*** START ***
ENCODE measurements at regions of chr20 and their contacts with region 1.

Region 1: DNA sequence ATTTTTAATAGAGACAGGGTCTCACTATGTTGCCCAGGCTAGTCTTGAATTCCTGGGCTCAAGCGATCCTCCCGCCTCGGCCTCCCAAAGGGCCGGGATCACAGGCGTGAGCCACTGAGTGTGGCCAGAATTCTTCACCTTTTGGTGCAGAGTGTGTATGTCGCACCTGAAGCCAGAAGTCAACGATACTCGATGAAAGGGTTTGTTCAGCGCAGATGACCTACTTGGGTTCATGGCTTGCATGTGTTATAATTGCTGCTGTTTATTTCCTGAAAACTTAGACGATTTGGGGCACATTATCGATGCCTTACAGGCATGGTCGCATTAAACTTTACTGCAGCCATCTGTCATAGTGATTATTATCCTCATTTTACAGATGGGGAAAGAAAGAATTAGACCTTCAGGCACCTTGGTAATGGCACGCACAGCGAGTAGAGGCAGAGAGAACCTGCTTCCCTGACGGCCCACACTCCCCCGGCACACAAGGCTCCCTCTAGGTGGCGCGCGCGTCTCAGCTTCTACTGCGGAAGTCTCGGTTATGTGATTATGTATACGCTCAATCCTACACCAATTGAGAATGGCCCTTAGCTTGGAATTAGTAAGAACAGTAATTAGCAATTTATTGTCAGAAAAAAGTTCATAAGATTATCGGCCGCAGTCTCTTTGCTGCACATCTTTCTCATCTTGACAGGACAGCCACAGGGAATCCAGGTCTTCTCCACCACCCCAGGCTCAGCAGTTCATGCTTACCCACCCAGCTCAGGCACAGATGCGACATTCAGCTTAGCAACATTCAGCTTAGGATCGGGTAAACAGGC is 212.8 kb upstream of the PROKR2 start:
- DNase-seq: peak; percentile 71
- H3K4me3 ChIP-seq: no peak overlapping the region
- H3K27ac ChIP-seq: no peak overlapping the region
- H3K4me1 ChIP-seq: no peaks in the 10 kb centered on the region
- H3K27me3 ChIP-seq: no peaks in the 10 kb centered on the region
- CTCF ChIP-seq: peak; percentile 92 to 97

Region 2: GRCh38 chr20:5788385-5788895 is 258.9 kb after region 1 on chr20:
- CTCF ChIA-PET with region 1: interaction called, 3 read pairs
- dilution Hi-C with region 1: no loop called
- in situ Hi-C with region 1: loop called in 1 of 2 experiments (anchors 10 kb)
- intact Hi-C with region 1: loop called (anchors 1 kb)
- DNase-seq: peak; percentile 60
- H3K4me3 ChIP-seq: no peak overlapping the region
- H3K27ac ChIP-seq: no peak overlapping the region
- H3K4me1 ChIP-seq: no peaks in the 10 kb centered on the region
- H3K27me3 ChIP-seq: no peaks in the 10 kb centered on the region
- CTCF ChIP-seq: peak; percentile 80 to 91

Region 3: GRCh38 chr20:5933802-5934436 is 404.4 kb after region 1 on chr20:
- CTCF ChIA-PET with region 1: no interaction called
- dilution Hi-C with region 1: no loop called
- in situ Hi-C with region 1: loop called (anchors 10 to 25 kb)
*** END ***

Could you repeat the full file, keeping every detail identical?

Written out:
ENCODE measurements at regions of chr20 and their contacts with region 1.

Region 1: DNA sequence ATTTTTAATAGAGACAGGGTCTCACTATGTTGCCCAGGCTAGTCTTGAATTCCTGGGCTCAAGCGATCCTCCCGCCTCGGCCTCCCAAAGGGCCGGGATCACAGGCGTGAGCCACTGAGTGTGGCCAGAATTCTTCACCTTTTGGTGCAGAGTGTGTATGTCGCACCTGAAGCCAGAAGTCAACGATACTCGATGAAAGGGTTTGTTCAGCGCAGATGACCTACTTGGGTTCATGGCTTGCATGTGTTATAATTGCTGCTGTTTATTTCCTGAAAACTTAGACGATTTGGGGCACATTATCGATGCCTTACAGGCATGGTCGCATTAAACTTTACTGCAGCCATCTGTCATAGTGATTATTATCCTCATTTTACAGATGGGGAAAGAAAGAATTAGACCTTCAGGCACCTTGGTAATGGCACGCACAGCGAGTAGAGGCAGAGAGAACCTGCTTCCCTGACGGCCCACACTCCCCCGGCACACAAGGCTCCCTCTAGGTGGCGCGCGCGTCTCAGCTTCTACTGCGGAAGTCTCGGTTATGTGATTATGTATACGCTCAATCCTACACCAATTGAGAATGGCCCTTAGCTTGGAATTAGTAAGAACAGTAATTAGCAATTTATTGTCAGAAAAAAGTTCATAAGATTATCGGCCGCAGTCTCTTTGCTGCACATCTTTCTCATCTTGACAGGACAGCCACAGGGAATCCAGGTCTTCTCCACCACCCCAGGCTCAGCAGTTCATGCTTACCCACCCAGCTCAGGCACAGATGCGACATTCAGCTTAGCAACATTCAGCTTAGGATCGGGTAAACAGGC is 212.8 kb upstream of the PROKR2 start:
- DNase-seq: peak; percentile 71
- H3K4me3 ChIP-seq: no peak overlapping the region
- H3K27ac ChIP-seq: no peak overlapping the region
- H3K4me1 ChIP-seq: no peaks in the 10 kb centered on the region
- H3K27me3 ChIP-seq: no peaks in the 10 kb centered on the region
- CTCF ChIP-seq: peak; percentile 92 to 97

Region 2: GRCh38 chr20:5788385-5788895 is 258.9 kb after region 1 on chr20:
- CTCF ChIA-PET with region 1: interaction called, 3 read pairs
- dilution Hi-C with region 1: no loop called
- in situ Hi-C with region 1: loop called in 1 of 2 experiments (anchors 10 kb)
- intact Hi-C with region 1: loop called (anchors 1 kb)
- DNase-seq: peak; percentile 60
- H3K4me3 ChIP-seq: no peak overlapping the region
- H3K27ac ChIP-seq: no peak overlapping the region
- H3K4me1 ChIP-seq: no peaks in the 10 kb centered on the region
- H3K27me3 ChIP-seq: no peaks in the 10 kb centered on the region
- CTCF ChIP-seq: peak; percentile 80 to 91

Region 3: GRCh38 chr20:5933802-5934436 is 404.4 kb after region 1 on chr20:
- CTCF ChIA-PET with region 1: no interaction called
- dilution Hi-C with region 1: no loop called
- in situ Hi-C with region 1: loop called (anchors 10 to 25 kb)